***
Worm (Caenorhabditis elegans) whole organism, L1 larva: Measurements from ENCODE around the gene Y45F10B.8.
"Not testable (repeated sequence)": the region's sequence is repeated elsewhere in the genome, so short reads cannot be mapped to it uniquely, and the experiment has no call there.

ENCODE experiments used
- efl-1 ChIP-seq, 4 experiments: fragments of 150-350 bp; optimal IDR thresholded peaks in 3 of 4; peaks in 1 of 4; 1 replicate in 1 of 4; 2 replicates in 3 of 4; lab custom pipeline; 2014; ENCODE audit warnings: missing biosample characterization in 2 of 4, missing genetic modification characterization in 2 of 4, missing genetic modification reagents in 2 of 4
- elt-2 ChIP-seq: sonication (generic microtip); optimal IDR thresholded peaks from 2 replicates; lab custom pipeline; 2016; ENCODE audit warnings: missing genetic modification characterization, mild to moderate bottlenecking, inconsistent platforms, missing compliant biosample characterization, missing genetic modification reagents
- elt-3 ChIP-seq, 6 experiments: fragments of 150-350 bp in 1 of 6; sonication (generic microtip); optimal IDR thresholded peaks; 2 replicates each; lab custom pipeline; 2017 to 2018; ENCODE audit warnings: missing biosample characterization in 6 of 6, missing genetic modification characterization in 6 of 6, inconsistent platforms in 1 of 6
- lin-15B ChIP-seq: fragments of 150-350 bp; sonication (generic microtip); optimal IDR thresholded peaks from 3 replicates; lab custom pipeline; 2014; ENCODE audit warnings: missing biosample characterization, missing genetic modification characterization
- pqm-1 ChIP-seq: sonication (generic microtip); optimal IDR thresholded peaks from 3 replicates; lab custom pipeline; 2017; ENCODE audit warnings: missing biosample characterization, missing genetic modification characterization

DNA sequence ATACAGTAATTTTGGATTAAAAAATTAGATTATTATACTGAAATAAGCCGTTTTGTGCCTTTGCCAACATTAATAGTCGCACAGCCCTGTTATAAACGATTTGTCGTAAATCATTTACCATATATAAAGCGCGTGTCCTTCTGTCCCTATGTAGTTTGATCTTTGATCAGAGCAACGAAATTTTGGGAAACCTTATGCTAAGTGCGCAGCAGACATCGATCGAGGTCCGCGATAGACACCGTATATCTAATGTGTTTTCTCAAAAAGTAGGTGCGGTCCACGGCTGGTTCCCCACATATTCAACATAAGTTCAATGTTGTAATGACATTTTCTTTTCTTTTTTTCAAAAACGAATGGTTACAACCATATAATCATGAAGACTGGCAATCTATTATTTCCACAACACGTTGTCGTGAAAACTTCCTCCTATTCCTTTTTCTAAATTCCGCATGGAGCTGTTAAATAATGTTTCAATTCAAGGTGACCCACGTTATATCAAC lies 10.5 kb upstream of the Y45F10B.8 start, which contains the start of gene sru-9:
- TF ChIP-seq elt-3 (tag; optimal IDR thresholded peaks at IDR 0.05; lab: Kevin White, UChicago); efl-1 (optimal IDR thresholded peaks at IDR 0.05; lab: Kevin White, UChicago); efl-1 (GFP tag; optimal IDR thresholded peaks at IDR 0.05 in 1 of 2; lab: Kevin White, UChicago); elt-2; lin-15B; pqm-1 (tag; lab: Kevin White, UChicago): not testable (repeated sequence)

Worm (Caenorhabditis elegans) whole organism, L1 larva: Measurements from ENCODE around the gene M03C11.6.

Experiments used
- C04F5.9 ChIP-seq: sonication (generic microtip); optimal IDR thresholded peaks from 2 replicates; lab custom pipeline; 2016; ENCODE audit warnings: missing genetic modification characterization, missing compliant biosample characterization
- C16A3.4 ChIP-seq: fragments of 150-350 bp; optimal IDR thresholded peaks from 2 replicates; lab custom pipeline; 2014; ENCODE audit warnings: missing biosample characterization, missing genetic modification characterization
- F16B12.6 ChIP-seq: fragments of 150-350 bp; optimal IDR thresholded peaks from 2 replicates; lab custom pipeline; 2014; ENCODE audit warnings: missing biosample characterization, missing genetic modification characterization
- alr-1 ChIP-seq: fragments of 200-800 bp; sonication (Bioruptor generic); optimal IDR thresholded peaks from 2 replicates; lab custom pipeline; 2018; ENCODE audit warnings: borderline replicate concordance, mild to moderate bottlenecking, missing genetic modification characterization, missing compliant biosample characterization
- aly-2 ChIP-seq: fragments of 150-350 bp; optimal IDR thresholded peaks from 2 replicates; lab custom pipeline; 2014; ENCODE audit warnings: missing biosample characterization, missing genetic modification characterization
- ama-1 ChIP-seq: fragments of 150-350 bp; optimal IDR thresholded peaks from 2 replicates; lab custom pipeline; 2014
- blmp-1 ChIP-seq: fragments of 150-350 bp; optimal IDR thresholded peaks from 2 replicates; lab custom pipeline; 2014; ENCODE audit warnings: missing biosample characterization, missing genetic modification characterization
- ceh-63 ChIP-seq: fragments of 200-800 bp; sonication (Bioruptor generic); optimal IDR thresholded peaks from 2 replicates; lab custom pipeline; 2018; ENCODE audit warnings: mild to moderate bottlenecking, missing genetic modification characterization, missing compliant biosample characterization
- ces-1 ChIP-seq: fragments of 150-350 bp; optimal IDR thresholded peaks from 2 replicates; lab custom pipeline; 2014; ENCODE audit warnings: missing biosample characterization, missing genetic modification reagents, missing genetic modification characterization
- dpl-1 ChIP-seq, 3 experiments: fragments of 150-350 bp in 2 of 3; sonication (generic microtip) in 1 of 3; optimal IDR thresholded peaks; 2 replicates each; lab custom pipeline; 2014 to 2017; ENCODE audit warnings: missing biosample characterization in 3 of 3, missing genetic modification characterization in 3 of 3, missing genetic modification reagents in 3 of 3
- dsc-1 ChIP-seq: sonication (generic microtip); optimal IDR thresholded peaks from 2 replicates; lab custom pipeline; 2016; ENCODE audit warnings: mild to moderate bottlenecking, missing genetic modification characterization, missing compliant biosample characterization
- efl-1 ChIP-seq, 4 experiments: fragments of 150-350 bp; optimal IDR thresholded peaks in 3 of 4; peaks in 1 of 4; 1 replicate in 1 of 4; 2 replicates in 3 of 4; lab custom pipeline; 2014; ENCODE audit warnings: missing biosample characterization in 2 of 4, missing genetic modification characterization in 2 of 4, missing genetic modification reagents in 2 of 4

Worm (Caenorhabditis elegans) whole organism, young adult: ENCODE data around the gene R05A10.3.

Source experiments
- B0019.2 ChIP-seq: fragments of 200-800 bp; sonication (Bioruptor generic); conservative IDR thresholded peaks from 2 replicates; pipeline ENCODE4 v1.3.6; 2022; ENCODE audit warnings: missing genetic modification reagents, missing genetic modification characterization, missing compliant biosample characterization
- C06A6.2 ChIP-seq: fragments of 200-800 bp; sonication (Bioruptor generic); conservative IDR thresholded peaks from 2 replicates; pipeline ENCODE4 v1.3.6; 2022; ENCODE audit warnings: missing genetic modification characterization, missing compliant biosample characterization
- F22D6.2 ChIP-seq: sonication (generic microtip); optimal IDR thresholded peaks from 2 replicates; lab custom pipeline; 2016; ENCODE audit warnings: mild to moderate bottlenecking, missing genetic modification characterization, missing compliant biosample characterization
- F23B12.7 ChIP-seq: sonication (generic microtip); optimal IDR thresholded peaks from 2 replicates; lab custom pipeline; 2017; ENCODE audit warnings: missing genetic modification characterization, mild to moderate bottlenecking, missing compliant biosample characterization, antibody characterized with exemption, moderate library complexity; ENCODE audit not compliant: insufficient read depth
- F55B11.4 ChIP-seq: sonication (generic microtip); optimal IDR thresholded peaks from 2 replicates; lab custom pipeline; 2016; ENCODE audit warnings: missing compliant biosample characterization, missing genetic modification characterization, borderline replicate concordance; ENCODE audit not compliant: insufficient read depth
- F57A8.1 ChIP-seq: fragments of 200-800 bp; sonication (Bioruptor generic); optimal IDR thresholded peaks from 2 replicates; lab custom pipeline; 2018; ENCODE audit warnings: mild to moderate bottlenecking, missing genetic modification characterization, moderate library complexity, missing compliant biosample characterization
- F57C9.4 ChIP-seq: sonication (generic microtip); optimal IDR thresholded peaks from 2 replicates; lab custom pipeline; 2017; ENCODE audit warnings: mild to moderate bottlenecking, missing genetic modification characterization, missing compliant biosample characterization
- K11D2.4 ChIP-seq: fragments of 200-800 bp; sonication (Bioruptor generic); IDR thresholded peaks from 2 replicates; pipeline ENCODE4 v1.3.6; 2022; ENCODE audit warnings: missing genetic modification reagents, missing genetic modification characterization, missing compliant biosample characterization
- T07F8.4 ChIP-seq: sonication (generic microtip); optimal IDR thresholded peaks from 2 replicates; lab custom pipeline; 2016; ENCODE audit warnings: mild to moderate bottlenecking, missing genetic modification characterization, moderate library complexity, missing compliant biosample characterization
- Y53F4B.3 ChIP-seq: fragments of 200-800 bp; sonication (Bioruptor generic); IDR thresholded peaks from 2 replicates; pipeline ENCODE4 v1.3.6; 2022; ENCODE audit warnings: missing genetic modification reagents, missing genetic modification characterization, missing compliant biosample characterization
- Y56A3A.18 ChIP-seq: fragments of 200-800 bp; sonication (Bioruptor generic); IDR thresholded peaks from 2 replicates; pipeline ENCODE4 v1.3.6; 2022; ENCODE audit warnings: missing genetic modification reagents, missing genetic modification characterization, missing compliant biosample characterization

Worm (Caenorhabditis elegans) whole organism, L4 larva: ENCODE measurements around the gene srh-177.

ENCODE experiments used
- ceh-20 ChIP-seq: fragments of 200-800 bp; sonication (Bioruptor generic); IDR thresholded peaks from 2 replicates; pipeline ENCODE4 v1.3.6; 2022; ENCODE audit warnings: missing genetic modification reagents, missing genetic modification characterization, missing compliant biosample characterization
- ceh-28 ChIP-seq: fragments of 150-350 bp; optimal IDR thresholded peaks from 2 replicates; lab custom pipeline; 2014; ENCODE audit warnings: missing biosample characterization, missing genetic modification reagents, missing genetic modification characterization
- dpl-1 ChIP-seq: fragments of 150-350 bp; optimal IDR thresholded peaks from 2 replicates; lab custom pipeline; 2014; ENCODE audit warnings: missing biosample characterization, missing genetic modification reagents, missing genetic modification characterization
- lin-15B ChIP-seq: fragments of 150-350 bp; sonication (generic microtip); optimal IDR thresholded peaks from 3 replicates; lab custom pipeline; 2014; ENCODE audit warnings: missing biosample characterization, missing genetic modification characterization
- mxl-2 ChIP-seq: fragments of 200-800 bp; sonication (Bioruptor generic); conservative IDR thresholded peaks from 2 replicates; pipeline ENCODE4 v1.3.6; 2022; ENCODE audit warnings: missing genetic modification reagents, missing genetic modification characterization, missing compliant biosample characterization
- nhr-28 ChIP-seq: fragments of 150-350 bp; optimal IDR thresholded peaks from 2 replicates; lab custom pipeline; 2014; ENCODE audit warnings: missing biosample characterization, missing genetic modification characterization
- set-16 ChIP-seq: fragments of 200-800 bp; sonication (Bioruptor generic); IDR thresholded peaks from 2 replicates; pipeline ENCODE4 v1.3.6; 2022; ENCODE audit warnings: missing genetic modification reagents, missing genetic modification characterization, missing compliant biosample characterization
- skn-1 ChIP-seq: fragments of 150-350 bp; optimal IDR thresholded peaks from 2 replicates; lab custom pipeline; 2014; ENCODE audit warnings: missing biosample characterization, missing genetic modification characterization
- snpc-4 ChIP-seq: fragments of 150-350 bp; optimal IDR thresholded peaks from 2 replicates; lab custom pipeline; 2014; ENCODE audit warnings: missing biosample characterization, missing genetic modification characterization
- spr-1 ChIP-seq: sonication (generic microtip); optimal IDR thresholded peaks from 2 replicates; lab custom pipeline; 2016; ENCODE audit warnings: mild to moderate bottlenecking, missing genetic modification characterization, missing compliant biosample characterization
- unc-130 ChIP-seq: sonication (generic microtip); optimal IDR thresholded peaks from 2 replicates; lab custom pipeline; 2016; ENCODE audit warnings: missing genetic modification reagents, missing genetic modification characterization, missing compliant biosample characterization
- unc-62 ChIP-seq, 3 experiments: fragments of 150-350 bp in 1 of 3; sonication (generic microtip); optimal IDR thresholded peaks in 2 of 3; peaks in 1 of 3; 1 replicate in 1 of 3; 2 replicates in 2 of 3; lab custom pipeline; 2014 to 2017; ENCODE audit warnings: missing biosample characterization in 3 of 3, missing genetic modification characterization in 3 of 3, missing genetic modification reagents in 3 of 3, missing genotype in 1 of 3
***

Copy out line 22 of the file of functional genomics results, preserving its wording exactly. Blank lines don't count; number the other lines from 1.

- dpl-1 ChIP-seq, 3 experiments: fragments of 150-350 bp in 2 of 3; sonication (generic microtip) in 1 of 3; optimal IDR thresholded peaks; 2 replicates each; lab custom pipeline; 2014 to 2017; ENCODE audit warnings: missing biosample characterization in 3 of 3, missing genetic modification characterization in 3 of 3, missing genetic modification reagents in 3 of 3